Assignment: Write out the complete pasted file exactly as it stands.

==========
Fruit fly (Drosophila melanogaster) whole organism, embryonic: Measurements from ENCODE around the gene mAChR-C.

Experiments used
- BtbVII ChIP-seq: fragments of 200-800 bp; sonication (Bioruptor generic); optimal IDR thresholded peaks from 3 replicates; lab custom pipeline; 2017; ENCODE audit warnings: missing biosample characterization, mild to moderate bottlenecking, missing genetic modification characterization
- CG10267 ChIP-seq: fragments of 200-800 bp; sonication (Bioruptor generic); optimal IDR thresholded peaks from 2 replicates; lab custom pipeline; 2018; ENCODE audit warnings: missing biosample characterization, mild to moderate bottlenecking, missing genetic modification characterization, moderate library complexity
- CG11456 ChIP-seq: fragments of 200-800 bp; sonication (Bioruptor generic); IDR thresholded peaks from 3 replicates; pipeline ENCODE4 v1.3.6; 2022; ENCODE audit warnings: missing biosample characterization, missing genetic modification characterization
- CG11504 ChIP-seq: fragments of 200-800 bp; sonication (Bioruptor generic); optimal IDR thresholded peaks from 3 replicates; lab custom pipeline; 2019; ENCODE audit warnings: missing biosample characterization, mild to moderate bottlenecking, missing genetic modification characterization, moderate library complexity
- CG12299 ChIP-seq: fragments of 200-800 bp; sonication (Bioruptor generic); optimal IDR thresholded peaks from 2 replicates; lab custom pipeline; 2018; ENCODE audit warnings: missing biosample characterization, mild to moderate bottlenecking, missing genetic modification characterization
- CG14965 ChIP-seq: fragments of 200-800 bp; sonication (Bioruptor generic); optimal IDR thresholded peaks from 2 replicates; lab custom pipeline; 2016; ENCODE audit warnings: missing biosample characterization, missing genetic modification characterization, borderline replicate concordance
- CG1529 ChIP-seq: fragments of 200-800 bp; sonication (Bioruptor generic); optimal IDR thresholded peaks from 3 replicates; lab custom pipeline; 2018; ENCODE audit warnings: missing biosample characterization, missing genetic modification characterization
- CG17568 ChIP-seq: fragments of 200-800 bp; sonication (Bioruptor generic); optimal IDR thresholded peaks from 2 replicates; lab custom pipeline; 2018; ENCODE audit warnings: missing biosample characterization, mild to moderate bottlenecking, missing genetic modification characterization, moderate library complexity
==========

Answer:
Fruit fly (Drosophila melanogaster) whole organism, embryonic: Measurements from ENCODE around the gene mAChR-C.

Experiments used
- BtbVII ChIP-seq: fragments of 200-800 bp; sonication (Bioruptor generic); optimal IDR thresholded peaks from 3 replicates; lab custom pipeline; 2017; ENCODE audit warnings: missing biosample characterization, mild to moderate bottlenecking, missing genetic modification characterization
- CG10267 ChIP-seq: fragments of 200-800 bp; sonication (Bioruptor generic); optimal IDR thresholded peaks from 2 replicates; lab custom pipeline; 2018; ENCODE audit warnings: missing biosample characterization, mild to moderate bottlenecking, missing genetic modification characterization, moderate library complexity
- CG11456 ChIP-seq: fragments of 200-800 bp; sonication (Bioruptor generic); IDR thresholded peaks from 3 replicates; pipeline ENCODE4 v1.3.6; 2022; ENCODE audit warnings: missing biosample characterization, missing genetic modification characterization
- CG11504 ChIP-seq: fragments of 200-800 bp; sonication (Bioruptor generic); optimal IDR thresholded peaks from 3 replicates; lab custom pipeline; 2019; ENCODE audit warnings: missing biosample characterization, mild to moderate bottlenecking, missing genetic modification characterization, moderate library complexity
- CG12299 ChIP-seq: fragments of 200-800 bp; sonication (Bioruptor generic); optimal IDR thresholded peaks from 2 replicates; lab custom pipeline; 2018; ENCODE audit warnings: missing biosample characterization, mild to moderate bottlenecking, missing genetic modification characterization
- CG14965 ChIP-seq: fragments of 200-800 bp; sonication (Bioruptor generic); optimal IDR thresholded peaks from 2 replicates; lab custom pipeline; 2016; ENCODE audit warnings: missing biosample characterization, missing genetic modification characterization, borderline replicate concordance
- CG1529 ChIP-seq: fragments of 200-800 bp; sonication (Bioruptor generic); optimal IDR thresholded peaks from 3 replicates; lab custom pipeline; 2018; ENCODE audit warnings: missing biosample characterization, missing genetic modification characterization
- CG17568 ChIP-seq: fragments of 200-800 bp; sonication (Bioruptor generic); optimal IDR thresholded peaks from 2 replicates; lab custom pipeline; 2018; ENCODE audit warnings: missing biosample characterization, mild to moderate bottlenecking, missing genetic modification characterization, moderate library complexity